Remember David Balmer?
He's a one-time wunderkind of N.C. politics, elected to the state House in 1988 at age 26 and minority leader four years later. In 1994 the Charlotte Republican ran for Congress and forced a primary runoff with Sue Myrick.
But his resume -- playing varsity soccer in college, graduating in the top of his law school class and clerking on the state Supreme Court -- raised questions. Turned out, none of the claims was true. After first blaming the embellishments on a GOP rival and later an overzealous campaign worker, he admitted adding the lies himself. He apologized but was trounced in the runoff.
He kept a low profile for a year, until police found his bloodstained car in east Charlotte. Seventeen hours later, he turned up on a street far from home, battered, disheveled and soaking wet. Police never learned why. He moved to Colorado, remarried and in 2004 was elected to the state House out there.
Last month trouble found Balmer again.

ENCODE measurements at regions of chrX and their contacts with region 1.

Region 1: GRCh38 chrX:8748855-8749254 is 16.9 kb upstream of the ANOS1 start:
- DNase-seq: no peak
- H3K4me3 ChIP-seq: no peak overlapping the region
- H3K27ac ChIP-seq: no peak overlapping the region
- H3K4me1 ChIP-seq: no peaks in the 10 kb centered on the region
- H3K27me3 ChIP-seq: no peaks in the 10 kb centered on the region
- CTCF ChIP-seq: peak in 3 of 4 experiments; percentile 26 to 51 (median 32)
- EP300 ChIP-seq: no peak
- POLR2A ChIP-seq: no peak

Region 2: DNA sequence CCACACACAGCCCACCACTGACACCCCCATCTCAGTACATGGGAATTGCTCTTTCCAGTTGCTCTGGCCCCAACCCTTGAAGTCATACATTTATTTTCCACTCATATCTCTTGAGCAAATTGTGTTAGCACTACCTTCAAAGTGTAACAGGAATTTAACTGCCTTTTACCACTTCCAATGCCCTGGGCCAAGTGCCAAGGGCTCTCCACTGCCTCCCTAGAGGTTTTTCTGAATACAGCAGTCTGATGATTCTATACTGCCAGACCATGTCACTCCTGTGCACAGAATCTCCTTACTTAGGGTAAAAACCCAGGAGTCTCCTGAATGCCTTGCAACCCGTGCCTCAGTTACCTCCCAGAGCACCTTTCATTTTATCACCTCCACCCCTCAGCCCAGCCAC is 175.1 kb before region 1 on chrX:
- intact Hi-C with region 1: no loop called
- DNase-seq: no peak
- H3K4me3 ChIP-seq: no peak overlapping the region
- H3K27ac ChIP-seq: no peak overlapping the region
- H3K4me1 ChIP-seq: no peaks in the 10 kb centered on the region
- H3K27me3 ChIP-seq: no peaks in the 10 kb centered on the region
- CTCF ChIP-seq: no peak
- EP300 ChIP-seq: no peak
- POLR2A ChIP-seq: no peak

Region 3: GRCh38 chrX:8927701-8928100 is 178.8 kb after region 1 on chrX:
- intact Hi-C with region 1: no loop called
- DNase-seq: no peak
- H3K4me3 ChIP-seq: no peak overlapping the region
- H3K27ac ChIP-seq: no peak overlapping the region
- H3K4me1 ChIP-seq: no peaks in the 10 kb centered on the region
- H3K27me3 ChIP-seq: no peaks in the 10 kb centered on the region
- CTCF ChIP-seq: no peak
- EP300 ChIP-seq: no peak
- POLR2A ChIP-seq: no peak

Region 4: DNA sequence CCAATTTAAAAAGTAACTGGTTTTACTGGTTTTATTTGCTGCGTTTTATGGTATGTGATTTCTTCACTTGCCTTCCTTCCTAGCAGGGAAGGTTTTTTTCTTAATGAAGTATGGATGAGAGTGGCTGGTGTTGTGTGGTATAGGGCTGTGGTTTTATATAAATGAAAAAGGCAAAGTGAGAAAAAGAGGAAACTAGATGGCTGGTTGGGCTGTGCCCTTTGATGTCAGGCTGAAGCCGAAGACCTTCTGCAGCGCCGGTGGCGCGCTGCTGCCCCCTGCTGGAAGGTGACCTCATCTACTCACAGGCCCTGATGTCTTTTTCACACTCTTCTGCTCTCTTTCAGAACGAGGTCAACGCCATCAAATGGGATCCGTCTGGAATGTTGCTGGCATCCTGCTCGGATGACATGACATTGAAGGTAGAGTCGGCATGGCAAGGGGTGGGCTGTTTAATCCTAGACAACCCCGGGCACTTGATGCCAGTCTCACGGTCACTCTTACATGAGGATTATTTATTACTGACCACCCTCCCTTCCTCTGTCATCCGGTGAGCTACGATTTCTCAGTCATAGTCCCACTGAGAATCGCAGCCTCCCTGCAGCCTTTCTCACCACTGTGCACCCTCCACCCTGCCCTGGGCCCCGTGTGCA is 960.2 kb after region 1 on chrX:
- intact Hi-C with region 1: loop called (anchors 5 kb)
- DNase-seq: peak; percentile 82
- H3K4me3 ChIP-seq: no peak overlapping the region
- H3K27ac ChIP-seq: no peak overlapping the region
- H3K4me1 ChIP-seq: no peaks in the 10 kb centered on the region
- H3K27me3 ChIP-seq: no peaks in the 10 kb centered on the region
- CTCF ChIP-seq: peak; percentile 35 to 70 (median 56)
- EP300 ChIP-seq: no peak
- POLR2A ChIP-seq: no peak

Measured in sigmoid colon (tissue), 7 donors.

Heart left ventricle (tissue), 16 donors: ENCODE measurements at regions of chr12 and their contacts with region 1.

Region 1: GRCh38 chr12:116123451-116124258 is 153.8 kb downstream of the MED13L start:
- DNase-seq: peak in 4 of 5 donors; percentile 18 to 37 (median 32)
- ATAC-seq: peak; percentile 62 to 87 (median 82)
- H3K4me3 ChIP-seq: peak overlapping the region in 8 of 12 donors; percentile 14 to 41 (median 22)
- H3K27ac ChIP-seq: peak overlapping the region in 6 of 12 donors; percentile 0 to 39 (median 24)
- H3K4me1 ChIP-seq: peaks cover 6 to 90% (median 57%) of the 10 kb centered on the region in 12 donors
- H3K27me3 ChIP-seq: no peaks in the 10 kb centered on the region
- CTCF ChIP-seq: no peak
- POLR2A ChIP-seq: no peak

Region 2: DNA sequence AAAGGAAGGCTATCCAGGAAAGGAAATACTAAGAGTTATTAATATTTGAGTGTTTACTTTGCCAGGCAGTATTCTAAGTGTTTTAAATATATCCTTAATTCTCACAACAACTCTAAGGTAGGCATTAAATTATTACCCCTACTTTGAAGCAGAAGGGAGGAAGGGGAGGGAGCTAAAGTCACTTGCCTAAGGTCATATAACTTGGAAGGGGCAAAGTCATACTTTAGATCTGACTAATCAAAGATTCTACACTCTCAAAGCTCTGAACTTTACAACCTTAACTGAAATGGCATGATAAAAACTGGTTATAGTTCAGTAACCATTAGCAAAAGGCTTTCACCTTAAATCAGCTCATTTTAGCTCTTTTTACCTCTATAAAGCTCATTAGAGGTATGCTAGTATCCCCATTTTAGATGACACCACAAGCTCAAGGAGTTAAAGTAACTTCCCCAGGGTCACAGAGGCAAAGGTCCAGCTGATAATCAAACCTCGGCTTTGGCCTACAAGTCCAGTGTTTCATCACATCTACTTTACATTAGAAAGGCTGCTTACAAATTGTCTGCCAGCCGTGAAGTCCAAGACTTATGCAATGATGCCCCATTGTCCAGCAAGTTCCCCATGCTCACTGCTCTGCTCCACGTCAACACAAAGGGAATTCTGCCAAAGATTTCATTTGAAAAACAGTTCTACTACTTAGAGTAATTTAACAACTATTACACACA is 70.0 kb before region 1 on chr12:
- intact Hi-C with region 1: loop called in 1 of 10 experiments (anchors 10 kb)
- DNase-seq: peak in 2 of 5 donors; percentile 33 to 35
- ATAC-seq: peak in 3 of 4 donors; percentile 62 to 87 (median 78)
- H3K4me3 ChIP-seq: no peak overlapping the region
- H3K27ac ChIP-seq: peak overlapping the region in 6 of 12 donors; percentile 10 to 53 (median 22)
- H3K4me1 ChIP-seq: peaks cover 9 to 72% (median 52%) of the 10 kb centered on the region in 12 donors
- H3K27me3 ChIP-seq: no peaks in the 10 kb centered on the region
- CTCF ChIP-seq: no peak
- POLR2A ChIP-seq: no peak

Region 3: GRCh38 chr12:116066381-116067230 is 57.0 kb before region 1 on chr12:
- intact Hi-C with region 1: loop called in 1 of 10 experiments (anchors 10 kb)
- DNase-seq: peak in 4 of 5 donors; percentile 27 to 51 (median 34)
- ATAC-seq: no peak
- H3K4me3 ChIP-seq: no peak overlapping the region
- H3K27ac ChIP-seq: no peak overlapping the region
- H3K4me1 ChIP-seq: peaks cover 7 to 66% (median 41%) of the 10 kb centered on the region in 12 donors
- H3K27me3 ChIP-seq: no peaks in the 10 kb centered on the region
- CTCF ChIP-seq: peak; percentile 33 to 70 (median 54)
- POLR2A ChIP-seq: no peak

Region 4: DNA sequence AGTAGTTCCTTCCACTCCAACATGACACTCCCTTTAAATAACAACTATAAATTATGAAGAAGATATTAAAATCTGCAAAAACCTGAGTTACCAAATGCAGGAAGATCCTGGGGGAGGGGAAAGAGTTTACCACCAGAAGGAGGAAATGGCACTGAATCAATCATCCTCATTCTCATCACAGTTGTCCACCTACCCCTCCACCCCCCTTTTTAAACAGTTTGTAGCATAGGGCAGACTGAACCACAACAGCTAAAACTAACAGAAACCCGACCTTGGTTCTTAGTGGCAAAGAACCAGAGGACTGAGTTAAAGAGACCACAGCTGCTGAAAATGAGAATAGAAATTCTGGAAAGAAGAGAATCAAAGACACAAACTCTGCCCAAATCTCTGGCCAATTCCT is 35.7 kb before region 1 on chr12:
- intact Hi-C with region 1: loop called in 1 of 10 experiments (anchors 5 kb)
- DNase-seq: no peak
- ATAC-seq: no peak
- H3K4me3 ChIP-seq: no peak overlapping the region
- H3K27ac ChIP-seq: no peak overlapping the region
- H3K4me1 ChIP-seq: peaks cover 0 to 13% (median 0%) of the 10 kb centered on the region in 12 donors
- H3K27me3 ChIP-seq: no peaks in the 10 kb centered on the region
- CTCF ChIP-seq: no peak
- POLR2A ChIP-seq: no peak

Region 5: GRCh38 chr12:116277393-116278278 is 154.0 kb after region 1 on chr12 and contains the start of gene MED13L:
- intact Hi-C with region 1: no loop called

He's running for the minority leader post in the Colorado House, the same job he had here. Last month the current Republican minority leader filed an ethics complaint against him. He alleges, according to the Rocky Mountain News, that Balmer "may have worked with a lobbyist to offer campaign donations and a future committee chairmanship to another legislator in exchange for supporting Balmer."
Balmer and the lobbyist both say they've done nothing wrong. Last week a legislative panel was appointed to look into the complaint.
When the complaint was filed, Colorado reporters got anonymous emails with news stories (including one from the Observer) about Balmer's earlier problems in North Carolina. The subject line read "The Sordid Tale of David Balmer."
The lobbyist in question, by the way, represents the Colorado Chiropractic Association. It was some N.C. chiropractors whom prosecutors said handed former N.C. House Speaker Jim Black wads of cash in restaurant bathrooms.